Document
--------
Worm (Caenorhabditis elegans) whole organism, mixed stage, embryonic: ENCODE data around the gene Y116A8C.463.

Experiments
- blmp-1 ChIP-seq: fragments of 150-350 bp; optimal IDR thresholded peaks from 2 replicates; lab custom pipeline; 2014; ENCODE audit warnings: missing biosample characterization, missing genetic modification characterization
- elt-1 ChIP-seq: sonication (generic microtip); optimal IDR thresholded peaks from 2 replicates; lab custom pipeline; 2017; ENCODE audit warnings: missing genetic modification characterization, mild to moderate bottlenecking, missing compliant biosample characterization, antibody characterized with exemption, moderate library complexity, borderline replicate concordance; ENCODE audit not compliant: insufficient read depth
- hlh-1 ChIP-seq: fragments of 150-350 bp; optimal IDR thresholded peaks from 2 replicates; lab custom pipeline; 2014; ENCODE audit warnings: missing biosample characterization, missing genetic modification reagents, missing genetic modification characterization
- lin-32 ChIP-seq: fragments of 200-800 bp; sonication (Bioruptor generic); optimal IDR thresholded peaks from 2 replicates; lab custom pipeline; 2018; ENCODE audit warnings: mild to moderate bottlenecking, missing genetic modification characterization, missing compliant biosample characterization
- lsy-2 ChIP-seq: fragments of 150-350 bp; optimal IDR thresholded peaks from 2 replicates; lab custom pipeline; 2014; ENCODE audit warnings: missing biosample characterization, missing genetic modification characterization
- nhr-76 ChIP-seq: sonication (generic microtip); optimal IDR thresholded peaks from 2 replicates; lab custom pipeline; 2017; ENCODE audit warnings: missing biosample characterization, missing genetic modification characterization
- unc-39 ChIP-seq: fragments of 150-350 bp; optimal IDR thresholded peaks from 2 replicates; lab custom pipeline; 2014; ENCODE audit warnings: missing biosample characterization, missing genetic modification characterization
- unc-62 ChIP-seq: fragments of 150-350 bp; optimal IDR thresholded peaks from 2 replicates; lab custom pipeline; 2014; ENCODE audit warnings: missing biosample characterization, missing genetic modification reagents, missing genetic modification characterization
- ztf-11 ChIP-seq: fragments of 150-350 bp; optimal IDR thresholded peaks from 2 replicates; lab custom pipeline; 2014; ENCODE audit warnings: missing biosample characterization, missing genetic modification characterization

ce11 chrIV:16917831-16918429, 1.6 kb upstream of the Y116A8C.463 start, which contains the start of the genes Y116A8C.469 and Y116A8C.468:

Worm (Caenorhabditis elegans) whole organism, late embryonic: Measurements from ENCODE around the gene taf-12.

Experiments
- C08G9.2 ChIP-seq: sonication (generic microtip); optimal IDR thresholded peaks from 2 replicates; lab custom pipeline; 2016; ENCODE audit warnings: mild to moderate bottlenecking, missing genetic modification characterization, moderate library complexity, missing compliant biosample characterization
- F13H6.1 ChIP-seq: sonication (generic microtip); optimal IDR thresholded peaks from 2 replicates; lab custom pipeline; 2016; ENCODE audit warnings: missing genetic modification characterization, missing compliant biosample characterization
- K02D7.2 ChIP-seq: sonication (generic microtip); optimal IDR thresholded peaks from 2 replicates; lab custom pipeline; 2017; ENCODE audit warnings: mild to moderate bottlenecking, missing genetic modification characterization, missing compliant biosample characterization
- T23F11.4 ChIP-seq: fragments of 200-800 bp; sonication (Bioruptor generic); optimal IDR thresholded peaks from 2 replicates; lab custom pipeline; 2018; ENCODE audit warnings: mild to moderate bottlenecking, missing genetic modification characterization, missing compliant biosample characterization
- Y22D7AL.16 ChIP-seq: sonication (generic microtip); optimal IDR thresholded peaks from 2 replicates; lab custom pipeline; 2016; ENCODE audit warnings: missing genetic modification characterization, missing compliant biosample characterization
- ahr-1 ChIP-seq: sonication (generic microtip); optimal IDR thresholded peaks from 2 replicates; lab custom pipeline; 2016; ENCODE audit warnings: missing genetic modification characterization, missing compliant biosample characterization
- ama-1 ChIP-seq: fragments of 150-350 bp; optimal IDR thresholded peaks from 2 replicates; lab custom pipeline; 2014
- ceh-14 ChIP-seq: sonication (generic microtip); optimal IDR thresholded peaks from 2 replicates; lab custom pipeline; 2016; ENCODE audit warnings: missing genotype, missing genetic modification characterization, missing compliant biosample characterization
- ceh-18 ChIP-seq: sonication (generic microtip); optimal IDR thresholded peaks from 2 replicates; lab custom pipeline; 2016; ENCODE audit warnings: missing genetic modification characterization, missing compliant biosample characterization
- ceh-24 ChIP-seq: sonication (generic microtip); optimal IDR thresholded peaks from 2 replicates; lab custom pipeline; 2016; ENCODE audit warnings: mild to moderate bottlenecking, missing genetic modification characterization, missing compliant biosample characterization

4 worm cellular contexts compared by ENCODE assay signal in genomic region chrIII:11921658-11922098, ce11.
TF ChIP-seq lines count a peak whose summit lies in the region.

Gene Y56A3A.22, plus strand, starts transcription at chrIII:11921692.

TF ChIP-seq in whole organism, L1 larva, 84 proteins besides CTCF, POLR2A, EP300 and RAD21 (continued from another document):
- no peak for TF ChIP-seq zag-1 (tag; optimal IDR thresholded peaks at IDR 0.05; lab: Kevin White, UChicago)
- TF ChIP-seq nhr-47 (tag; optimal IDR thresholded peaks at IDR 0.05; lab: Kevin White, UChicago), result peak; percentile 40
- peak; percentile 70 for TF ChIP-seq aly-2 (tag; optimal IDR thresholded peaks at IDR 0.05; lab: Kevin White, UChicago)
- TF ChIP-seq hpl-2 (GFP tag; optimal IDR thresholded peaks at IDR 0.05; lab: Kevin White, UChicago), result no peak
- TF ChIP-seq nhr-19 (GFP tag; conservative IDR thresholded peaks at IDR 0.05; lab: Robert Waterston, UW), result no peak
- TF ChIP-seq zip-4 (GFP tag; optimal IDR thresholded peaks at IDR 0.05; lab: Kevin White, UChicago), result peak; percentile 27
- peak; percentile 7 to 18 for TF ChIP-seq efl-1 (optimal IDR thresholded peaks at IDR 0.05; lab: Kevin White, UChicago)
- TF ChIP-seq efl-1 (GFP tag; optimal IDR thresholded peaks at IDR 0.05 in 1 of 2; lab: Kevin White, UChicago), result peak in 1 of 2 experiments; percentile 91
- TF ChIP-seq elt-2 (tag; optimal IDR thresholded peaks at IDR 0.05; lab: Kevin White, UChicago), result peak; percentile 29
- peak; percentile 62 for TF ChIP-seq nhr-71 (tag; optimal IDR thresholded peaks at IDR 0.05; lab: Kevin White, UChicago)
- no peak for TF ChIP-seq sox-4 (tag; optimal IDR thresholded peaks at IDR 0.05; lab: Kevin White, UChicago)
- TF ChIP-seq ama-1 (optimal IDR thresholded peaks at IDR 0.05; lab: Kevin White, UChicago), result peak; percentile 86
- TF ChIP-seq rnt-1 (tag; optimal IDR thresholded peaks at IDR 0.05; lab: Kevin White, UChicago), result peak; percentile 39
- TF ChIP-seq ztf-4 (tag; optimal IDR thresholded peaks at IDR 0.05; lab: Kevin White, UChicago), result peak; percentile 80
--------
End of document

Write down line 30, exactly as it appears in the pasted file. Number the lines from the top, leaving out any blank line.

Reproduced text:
- TF ChIP-seq nhr-47 (tag; optimal IDR thresholded peaks at IDR 0.05; lab: Kevin White, UChicago), result peak; percentile 40